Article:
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In English, a verb that expresses a state can also express the entrance into a state. This is called inchoative aspect. The simple past is sometimes inchoative. For example, the present-tense verb in the sentence "He understands his friend" is stative, while the past-tense verb in the sentence "Suddenly he understood what she said" is inchoative, because it means "He began to understand"

I'm not sure if a sentence similar to that in Japanese would work. For example, 突然信じた sounds wrong, but I'm not sure. There are some other parts I'm not too sure about.

Dowty gives some tests to decide whether an English verb is stative.[6] They are as follows: They cannot be complements of "force":

I forced John to run.
*I forced John to know the answer.

This one is tricky. 信じさせる is a valid word, but I'm not sure if that's because there is an inchoative aspect to it or something like Japanese perceiving stative verbs differently.

They do not occur as imperatives, except when used in an inchoative manner.

Run!
*Know the answer!
Know thyself! (inchoative, not stative; archaic)

Since expressions like 信じて and そばに居て are valid, one would be inclined to think Japanese stative verbs would also have an inchoative aspect, but I'm not so sure if it can be used similarly in a way like 突然信じた. I'm also curious if verbs like 信じられる and 信じがたい have the inchoative aspect like "can believe" and "hard to believe" do.

  • 1
    突然分かった。一瞬信じた。身の程を知れ。 – Yang Muye Aug 22 '15 at 1:59
  • 分かった is a dynamic verb here with the definition of はっきりしなかった物事が明らかになる。知れる。 「真犯人が-・る」 「答えが-・る」 . For 一瞬信じた, it seems more like "I believed it for a moment" which isn't really inchoative aspect. – Joe Aug 22 '15 at 2:34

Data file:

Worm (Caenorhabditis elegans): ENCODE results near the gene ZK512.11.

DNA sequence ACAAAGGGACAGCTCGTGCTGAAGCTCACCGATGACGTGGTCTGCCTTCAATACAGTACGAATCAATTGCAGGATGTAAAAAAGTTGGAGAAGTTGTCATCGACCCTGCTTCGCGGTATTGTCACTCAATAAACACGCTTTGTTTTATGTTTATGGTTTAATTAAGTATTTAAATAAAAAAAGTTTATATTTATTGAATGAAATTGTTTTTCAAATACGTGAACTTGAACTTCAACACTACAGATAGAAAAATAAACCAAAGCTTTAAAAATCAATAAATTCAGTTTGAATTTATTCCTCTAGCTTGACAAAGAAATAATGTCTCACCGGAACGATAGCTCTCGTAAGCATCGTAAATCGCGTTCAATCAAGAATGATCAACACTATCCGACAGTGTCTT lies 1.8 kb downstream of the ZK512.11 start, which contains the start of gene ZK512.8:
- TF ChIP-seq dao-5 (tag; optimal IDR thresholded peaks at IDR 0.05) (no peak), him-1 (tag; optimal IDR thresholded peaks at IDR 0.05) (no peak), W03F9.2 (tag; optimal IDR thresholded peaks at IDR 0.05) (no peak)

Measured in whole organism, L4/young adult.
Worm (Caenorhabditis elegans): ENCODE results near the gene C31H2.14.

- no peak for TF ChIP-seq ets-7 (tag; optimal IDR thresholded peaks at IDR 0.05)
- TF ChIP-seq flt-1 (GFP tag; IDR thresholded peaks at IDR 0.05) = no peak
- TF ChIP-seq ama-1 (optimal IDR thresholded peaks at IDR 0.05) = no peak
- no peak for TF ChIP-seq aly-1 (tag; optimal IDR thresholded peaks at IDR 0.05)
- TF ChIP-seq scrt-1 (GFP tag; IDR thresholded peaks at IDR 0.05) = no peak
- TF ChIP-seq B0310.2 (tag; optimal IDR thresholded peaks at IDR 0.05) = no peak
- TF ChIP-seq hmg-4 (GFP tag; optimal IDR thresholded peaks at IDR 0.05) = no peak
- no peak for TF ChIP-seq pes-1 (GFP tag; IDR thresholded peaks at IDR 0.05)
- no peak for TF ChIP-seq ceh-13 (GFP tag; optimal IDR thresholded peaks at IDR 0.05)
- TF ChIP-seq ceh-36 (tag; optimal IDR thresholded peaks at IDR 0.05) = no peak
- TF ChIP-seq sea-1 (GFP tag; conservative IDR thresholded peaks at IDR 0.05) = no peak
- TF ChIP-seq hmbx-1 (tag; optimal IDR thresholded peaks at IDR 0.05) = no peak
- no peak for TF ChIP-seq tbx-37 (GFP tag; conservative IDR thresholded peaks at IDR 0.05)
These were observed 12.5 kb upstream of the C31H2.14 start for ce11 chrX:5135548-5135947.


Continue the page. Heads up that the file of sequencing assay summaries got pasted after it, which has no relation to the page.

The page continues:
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  1. Does English have the [ inchoative aspect ] ?

    --- The answer depends on the definition.

There is no inchoative prefix, infix, etc. as in Latin, Russian, ...

   Russian     --    prefix по-,    e.g. бежать, побежать

   Esperanto     --    prefix ek-,     e.g. danci, ekdanci

See: https://linguistics.stackexchange.com/questions/19513/does-english-have-inchoative-aspect

  1. Does Japanese have the [ inchoative aspect ] ?

    --- I think it's exactly like English. If there's an interesting difference, i'd like to know it.

Later i thought that [見初める, 明け初める, 咲き初める] and [書きかける, 飲みかける] and maybe [彼は走り出した。] are closer to the Latin inchoative infix than anything in English.

為出す ・ 取掛る ・ し掛ける ・ 仕懸かる ・ し掛る ・ . . . 手紙を書きかけたところへ客が来た。 薬を飲みかけたが苦くて吐いた。

dictionary.goo.ne.jp/jn/165508/meaning/m0u/ なれそめる【馴れ初める】.... [動マ下一][文]なれそ・む[マ下二] 親しくなりはじめる。男女が恋する仲となる。.......

まだ上げ初めし前髪の 林檎のもとに見えしとき 前に挿したる花櫛の 花ある君と思ひけり・・・

  1. Do Japanese stative verbs have the inchoative aspect?

    --- Again, I think it's exactly like English. If there's an interesting difference, I'd like to know it.

This great page http://www.geocities.jp/niwasaburoo/24asupekuto.html has material on both 状態動詞 and 起動相.

  • Classical Japanese (古語/文語) had a verbal auxiliary (助動詞) ぬ/つ, which is usually described as perfect(完了)—a complete action, finished in the past. Frellesvig, A History of the Japanese Language, p. 66, says that, around the Nara period, it could also denote an inchoative ("ingressive, inceptive"): なきぬ / なきつ "begins to sing". I don't know how widespread this usage was, nor how long it lasted. – melboiko Sep 3 '16 at 23:29
  • 昨日 「The great page」 の文字にリンク埋め込んだのに、なんでまた「This great page」の後ろに括弧入りでリンク書いてんですか? – Chocolate Sep 4 '16 at 23:39
  • 「見初める, 明け初める, 咲き初める」-> You meant to write [見初]{みそ}める etc. or [見始]{みはじ}める etc.? (~[初]{そ}める vs ~[始]{はじ}める) – Chocolate Sep 4 '16 at 23:45
  • 「This great page」の後ろに括弧入りでリンク ---- 1. i like a short URL to be visible on the page (e.g., for copy & paste) ____ 2. esp. in this case, i want the author's name (Mr. niwa saburoo) to be visible. – HizHa Sep 5 '16 at 4:37
  • Okay then I'll rollback my edit yesterday. – Chocolate Sep 5 '16 at 4:41

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